Meyer also refused to move to Cape Town, where he would inevitably have had to deal with Saru politics. Saru declined to give him an office in Pretoria.
So he conducts business from a coffee shop in a suburban mall. This modest setting reflects Meyer’s style and is replicated throughout his management team. They are, to a man, a likeable bunch: hard working, humble and friendly. And 100% loyal to their leader.
Meyer has been equally clever with the media. He understands that what journalists crave is the feeling of being an insider, privy to information and insights available to no one else. Partly, this sort of relationship suits Meyer’s personality: he is far better at one-on-one encounters than in more public settings. And, once he has established a relationship of trust, he is remarkably open and honest.
The results are extraordinary: in his first year as Bok coach, Meyer was subjected to much the same sort of public vilification that De Villiers endured throughout his four-year tenure.
Everything he did was criticised: his continuing support for Morne Steyn in the face of erratic form; his appointment of an all-Bulls management team and his preference for Bulls players; his Bulls-honed kick-and-chase game.
Meyer, an emotional man, was openly upset by this and took steps to address it. Unlike De Villiers, who responded with defiance, Meyer engaged with journalists. He listened to critics.
The result, two years later, is sweetness and light. He is hardly ever subjected to criticism and, when he is, it is more likely to be of the constructive kind.
This attitude tends to be emulated by the public and on social media.
Meyer’s ability to adjust public opinion like this is a huge achievement. Every mistake he and his team make is visible to millions of avid stakeholders.
His performance could not be more transparent. Being able to take fans along with him says a lot for his branding talents. Even shocking failures like the loss to Ireland last week failed to evoke the kind of vitriol he encountered in his first year and which De Villiers endured.
Meyer’s other success has been with the provincial coaches: no other Springbok coach has succeeded in persuading the provinces to rest their Boks during the last few games of the Currie Cup.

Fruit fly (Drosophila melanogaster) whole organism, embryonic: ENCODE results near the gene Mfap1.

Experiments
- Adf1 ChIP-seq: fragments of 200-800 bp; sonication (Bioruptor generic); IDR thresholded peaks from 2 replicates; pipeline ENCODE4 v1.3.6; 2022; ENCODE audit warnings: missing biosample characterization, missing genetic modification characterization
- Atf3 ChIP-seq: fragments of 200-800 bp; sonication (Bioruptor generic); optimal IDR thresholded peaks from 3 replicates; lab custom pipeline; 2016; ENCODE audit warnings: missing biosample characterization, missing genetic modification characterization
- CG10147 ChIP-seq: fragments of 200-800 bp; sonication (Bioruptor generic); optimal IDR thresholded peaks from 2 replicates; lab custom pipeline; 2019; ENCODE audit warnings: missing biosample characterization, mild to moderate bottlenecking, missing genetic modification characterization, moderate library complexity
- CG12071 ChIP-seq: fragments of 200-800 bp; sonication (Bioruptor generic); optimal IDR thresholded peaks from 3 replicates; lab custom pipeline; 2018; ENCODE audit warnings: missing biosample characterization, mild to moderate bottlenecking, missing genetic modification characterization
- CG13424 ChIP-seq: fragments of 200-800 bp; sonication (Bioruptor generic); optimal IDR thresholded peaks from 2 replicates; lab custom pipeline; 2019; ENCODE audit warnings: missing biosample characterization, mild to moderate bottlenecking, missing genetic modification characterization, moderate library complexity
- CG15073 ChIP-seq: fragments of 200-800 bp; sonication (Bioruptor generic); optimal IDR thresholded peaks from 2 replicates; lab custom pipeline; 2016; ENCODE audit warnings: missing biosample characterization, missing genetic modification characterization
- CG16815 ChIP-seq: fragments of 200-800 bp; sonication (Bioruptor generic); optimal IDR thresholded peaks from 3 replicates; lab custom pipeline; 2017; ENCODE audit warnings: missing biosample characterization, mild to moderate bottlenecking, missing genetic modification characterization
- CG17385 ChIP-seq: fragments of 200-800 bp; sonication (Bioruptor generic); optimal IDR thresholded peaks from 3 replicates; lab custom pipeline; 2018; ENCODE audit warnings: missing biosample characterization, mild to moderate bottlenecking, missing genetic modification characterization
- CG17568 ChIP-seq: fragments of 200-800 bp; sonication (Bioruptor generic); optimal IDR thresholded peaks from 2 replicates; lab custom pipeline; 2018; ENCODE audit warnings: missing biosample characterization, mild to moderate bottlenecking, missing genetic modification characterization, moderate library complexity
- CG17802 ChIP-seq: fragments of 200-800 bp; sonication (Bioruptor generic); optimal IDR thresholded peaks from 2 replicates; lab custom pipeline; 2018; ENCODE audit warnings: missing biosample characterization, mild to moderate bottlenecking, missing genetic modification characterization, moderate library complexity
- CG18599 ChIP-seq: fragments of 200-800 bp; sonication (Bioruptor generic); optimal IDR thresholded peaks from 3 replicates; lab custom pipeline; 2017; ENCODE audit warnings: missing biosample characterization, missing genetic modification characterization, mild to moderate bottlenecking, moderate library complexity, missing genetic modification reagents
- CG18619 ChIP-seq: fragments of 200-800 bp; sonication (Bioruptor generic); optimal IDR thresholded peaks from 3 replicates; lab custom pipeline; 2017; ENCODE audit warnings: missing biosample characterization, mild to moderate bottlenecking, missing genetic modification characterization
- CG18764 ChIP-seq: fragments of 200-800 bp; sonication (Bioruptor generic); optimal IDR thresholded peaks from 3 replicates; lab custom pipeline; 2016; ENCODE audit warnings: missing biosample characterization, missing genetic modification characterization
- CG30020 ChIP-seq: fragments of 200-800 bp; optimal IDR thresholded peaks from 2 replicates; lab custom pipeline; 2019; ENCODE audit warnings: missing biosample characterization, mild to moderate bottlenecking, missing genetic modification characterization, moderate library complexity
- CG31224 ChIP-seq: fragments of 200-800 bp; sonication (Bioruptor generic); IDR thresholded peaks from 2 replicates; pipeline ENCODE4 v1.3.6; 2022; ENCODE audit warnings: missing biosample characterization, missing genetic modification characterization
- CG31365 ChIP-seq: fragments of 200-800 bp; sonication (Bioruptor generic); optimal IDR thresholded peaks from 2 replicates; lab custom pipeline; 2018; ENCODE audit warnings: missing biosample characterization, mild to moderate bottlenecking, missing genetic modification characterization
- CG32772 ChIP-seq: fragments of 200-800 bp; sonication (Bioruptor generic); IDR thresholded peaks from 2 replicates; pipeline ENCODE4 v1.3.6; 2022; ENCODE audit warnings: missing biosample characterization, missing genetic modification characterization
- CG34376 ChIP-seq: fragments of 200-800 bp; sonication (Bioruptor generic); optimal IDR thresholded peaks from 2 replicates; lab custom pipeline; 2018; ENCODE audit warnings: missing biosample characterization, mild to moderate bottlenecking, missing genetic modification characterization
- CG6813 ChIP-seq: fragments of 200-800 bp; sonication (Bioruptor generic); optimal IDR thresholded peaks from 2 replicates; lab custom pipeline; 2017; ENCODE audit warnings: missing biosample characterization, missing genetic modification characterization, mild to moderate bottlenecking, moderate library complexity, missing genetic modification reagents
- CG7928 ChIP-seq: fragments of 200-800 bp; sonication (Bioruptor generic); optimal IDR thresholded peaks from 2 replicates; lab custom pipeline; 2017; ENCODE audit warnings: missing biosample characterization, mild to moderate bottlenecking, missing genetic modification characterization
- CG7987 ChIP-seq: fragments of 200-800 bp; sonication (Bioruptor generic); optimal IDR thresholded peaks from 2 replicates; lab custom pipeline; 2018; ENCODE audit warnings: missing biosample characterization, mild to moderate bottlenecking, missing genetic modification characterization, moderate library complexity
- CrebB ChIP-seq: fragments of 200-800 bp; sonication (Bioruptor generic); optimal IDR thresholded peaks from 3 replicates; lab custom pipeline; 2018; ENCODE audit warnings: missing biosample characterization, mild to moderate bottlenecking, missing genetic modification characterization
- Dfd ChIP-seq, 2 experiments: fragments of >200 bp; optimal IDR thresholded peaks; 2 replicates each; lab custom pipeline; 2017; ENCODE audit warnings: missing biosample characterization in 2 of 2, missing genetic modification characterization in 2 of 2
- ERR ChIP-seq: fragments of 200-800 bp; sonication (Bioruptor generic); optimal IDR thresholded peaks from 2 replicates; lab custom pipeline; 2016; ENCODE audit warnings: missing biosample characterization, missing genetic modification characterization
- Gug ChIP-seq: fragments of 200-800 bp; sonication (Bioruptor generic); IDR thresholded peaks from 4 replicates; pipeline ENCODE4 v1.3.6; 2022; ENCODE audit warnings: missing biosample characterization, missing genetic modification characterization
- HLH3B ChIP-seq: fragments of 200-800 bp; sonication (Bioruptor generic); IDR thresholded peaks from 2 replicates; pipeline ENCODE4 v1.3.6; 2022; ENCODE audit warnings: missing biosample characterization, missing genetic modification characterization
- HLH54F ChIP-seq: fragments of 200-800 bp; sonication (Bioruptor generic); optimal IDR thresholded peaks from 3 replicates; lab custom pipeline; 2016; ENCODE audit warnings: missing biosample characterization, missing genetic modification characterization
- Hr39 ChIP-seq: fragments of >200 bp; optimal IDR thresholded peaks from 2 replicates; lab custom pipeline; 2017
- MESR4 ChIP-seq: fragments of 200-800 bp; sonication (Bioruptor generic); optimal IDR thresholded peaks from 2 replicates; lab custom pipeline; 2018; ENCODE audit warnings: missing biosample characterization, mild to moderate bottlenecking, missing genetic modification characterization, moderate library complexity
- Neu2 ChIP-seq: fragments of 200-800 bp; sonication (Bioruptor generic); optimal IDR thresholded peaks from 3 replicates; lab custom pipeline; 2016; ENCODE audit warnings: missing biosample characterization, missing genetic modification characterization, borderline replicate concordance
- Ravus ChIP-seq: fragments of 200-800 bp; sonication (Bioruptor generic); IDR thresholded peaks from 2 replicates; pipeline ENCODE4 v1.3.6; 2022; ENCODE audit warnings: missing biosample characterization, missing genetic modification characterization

This, too, is the fruit of much diplomacy and effort. The coach has worked hard to cultivate a good relationship with the Super 15 coaches.
Saru says it has been talking to Meyer about extending his contract. Anything could happen in the next year but it seems likely that, for the first time, the institutional knowledge built up by a Bok coach over four years will not be tossed away.
*This column first appeared in Business Day
Aerodrome has shared an excerpt from The Chicken Thief by Fiona Leonard.
The novel is set in Southern Africa, in a remote town which the powers-that-be have conveniently neglected. Alois, the book’s eponymous thief, is a young man trying to scratch out a living. His town is one in which many people, and a number of hardy hens, are trying to scratch out a living.
In the excerpt, Alois is out stealing chickens. He has learned how to do this the hard way. He says there is always a manual for the easy things that you could really figure out yourself. For the difficult and dangerous things, you are on your own.
Read the excerpt:
Alois smelt the intruders before he saw them–or rather, he smelt their anger first. He knew the smell of anger well. He had learned to smell it coming, and to duck and run. The chickens knew too; they were restless, wings brushing against the wire that caged them in. They knew something was wrong, and yet it was not him they smelt. He had been here many times before. Even though tonight his bag was lighter than it should have been, Alois pulled himself back up into the branches and waited.
On average, Alois stole five to ten chickens per night. Five was a good take, easily achieved: ten, and his spirits soared. He kept his operation tight, spacing each grab, with no more than two chickens per house. Any more than two and he figured he might as well be running bare-arsed down the road and in the front door of police headquarters. No bird will stay quiet forever while its sisters disappear head first into a flour sack. Solidarity amongst chickens had been the death knell of many a careless thief.